Two more of my faves are "It Only Rains On Me" and, as I slyly mentioned in the liner notes to Georgia Hard, "Good Old Boys Like Me," both from Portrait. Songs like these established Bob McDill's writerly voice in country. McDill's breakout, "Come Early Morning," made a good complement to Don's minimalistic aesthetic, because its lyric held back any sparkling details. The narrator was running down a back road and feeling kinda lonesome; other than calling his girl "honeydew" he risked no fancy, or even specific, disclosures -- the scene in this song could be Maine or Cuba or the inside of your head. ("Some Broken Hearts Never Mend" and "It Must Be Love" were just two subsequent DW hits to follow this austere template. One adjective less and the building collapses.) I'd guess this was a conscious application of songwriter diction to production and vocal style, because old Bob had a lot more methods up his sleeve. "Good Old Boys" has as much exquisitely chosen detail (Tennessee Williams, the upwardly-mobile sloughing-off of the Southern accent, John R., the type of tree and the type of whiskey) as any country song ever has had, and it marshals these details in the service of an artistic effect as total and profound as any has attained.
Among the what-a-grumpy--old-man-am-I propositions that I audaciously offered my songwriting group the other day was: "Popular music emphasizes bragging more than ever before; I miss humility as a dominant shade." The bragging of course goes way back, but how many contemporary analogues to "I'll Be True While You're Gone," "Are You Tired Of Me," "Blue-Eyed Elaine," "Till The Best Comes Along," "Before The Next Teardrop Falls," "Let's Say Goodbye Like We Said Hello," or "Walk Through This World With Me" can be drummed up? To this roll any number of Don's forty-five top-10 hit songs can be added. "Amanda" expresses tender and genuine regret that the lady was robbed by Fate of finding a more gentlemanly beau than the singer. "Lord I Hope This Day Is Good" finds him apologizing to God for feeling a touch blue.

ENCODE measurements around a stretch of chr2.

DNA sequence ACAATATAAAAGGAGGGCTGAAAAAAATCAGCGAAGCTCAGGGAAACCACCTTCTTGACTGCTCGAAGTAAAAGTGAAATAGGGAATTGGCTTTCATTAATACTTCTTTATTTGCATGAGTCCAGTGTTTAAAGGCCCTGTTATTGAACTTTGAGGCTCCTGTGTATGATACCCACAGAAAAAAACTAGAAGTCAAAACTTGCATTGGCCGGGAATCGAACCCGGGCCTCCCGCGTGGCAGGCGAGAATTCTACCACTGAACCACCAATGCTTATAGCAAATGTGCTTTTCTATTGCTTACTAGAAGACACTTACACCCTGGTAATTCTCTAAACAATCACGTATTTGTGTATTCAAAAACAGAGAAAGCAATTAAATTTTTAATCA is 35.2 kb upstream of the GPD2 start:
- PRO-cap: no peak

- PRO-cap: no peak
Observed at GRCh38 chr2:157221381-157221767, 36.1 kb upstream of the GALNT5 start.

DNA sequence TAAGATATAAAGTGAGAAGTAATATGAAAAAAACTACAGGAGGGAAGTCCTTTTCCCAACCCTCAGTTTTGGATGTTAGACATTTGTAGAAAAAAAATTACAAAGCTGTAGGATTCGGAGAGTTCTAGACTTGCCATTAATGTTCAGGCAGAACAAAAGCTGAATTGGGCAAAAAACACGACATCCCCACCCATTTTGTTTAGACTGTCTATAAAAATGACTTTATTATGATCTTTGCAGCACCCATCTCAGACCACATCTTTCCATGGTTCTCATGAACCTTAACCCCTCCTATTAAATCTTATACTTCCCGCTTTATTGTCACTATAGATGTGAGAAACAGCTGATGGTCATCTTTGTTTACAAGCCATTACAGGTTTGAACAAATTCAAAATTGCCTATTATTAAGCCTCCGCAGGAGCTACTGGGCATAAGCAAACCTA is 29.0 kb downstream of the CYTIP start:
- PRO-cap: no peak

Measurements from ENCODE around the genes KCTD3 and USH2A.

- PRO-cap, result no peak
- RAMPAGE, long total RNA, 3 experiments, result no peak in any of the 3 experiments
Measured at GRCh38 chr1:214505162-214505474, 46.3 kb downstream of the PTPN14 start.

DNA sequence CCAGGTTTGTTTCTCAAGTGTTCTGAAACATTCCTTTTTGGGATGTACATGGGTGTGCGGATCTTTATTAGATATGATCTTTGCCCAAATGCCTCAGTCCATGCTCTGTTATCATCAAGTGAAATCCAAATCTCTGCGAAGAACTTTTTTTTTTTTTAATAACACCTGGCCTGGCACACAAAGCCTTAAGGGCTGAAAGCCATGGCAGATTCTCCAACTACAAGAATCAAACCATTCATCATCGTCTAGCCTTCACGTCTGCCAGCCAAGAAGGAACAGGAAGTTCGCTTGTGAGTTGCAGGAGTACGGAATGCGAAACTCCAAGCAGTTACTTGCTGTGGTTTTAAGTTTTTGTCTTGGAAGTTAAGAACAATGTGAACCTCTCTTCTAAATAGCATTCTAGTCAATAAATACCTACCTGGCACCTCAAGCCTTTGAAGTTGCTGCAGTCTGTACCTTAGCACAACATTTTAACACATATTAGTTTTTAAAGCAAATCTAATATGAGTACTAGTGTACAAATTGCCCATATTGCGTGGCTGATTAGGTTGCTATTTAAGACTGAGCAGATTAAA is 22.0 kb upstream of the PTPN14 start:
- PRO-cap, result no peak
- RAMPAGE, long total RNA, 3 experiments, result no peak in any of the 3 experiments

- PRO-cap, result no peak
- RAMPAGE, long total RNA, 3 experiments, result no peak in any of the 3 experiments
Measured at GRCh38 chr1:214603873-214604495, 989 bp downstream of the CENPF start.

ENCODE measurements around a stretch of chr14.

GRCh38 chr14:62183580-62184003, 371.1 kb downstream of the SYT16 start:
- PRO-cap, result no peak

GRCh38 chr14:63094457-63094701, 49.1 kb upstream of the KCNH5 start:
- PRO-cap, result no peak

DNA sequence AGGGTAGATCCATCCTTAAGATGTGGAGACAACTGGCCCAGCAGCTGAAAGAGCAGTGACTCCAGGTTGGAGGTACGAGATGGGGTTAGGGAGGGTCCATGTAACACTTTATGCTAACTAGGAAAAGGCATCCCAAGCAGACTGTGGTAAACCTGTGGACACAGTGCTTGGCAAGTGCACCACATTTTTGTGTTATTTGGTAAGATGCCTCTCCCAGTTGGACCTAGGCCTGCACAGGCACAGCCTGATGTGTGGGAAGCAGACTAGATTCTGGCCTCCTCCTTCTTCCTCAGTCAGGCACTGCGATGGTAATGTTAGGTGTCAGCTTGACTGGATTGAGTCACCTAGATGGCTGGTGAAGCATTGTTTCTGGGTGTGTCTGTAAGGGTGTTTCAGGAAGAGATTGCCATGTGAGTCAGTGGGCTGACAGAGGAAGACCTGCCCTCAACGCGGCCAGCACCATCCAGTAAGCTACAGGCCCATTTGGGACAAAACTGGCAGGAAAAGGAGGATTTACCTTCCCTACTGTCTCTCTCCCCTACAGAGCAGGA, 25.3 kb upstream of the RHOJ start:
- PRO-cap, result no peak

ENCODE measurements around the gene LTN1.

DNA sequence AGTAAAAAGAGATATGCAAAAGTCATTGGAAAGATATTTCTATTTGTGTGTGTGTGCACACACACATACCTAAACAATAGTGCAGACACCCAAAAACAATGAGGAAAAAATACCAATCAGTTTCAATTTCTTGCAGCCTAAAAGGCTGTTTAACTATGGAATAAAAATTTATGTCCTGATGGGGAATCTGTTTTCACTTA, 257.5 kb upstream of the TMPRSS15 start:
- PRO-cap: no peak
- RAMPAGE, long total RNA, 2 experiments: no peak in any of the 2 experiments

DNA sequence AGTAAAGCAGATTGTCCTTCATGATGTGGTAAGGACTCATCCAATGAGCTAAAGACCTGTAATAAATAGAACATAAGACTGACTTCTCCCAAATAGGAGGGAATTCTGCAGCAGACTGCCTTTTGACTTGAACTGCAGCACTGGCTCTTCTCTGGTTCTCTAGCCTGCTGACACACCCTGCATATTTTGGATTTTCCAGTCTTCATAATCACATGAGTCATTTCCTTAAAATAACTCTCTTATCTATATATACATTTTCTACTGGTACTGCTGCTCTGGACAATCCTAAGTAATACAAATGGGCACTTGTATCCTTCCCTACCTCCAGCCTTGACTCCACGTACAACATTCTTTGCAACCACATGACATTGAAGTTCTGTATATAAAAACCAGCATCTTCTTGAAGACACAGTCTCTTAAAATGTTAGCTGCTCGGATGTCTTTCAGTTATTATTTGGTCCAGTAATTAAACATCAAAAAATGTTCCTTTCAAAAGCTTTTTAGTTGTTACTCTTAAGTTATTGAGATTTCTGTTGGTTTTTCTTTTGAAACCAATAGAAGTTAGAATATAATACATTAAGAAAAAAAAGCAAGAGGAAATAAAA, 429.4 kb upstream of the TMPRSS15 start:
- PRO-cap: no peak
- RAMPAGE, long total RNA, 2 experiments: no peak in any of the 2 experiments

Not that self-crafted humility can't ever get cloying, or that the Don Williams show wasn't an "act," but given that it was presented so skillfully, and seemed so in tune with the natural personality of the singer, this music made itself globally felt, expressing some of the finest attributes and governed emotions to which all of us -- especially we men -- can aspire. My friend Don Lewis was in a remote Ethiopian village when he happened to overhear two men arguing almost violently over whether a voice on a boombox was Don Williams's. "I have all his CASS-ettes," said one, fists clenched on the table, "and that is NOT Don Williams!" It seems Don made a big noise in Ethiopia, and possibly other African countries, by presumably the same means as Jim Reeves in Nigeria -- a smooth slow singing voice and a record label that had too much product on its hands. But the connection goes wide and deep; I had a cab driver in Denver a few years ago who was Ethiopian and also so crazily fond of DW that he exulted for 15 minutes nonstop.
Like Fitzgerald's Jazz Age short stories, or Horton Foote's plays about Texas, this music, I believe, will long retain its quality of somberly and photographically capturing a particular time and place (the 1970s in white middle-aged middle-class America) while, by mysterious contrast, seeming timeless.